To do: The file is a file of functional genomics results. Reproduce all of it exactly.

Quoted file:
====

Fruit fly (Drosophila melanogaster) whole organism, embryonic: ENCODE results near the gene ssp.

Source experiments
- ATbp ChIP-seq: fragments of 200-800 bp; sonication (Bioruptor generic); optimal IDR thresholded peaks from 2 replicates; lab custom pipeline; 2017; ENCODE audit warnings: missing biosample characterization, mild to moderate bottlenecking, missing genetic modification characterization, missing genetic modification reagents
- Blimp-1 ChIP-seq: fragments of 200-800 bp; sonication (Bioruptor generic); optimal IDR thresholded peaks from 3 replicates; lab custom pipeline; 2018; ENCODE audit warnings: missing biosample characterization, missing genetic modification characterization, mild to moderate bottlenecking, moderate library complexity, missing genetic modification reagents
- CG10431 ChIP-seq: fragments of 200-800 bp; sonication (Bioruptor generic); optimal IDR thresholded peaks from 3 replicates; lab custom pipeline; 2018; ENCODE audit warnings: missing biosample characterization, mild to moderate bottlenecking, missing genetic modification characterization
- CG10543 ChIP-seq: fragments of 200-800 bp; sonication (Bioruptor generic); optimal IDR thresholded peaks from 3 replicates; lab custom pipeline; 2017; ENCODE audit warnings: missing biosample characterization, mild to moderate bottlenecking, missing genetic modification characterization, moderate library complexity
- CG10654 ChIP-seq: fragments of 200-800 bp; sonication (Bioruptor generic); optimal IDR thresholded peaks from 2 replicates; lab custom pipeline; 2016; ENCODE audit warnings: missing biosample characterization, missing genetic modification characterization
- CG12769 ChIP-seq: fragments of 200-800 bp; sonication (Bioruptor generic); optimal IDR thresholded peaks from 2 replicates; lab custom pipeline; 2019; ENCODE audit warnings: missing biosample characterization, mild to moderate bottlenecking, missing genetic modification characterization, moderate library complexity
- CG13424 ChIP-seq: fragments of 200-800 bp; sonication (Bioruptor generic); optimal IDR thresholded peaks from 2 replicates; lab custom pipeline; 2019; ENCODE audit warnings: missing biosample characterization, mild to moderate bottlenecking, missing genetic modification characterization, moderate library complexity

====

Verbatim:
Fruit fly (Drosophila melanogaster) whole organism, embryonic: ENCODE results near the gene ssp.

Source experiments
- ATbp ChIP-seq: fragments of 200-800 bp; sonication (Bioruptor generic); optimal IDR thresholded peaks from 2 replicates; lab custom pipeline; 2017; ENCODE audit warnings: missing biosample characterization, mild to moderate bottlenecking, missing genetic modification characterization, missing genetic modification reagents
- Blimp-1 ChIP-seq: fragments of 200-800 bp; sonication (Bioruptor generic); optimal IDR thresholded peaks from 3 replicates; lab custom pipeline; 2018; ENCODE audit warnings: missing biosample characterization, missing genetic modification characterization, mild to moderate bottlenecking, moderate library complexity, missing genetic modification reagents
- CG10431 ChIP-seq: fragments of 200-800 bp; sonication (Bioruptor generic); optimal IDR thresholded peaks from 3 replicates; lab custom pipeline; 2018; ENCODE audit warnings: missing biosample characterization, mild to moderate bottlenecking, missing genetic modification characterization
- CG10543 ChIP-seq: fragments of 200-800 bp; sonication (Bioruptor generic); optimal IDR thresholded peaks from 3 replicates; lab custom pipeline; 2017; ENCODE audit warnings: missing biosample characterization, mild to moderate bottlenecking, missing genetic modification characterization, moderate library complexity
- CG10654 ChIP-seq: fragments of 200-800 bp; sonication (Bioruptor generic); optimal IDR thresholded peaks from 2 replicates; lab custom pipeline; 2016; ENCODE audit warnings: missing biosample characterization, missing genetic modification characterization
- CG12769 ChIP-seq: fragments of 200-800 bp; sonication (Bioruptor generic); optimal IDR thresholded peaks from 2 replicates; lab custom pipeline; 2019; ENCODE audit warnings: missing biosample characterization, mild to moderate bottlenecking, missing genetic modification characterization, moderate library complexity
- CG13424 ChIP-seq: fragments of 200-800 bp; sonication (Bioruptor generic); optimal IDR thresholded peaks from 2 replicates; lab custom pipeline; 2019; ENCODE audit warnings: missing biosample characterization, mild to moderate bottlenecking, missing genetic modification characterization, moderate library complexity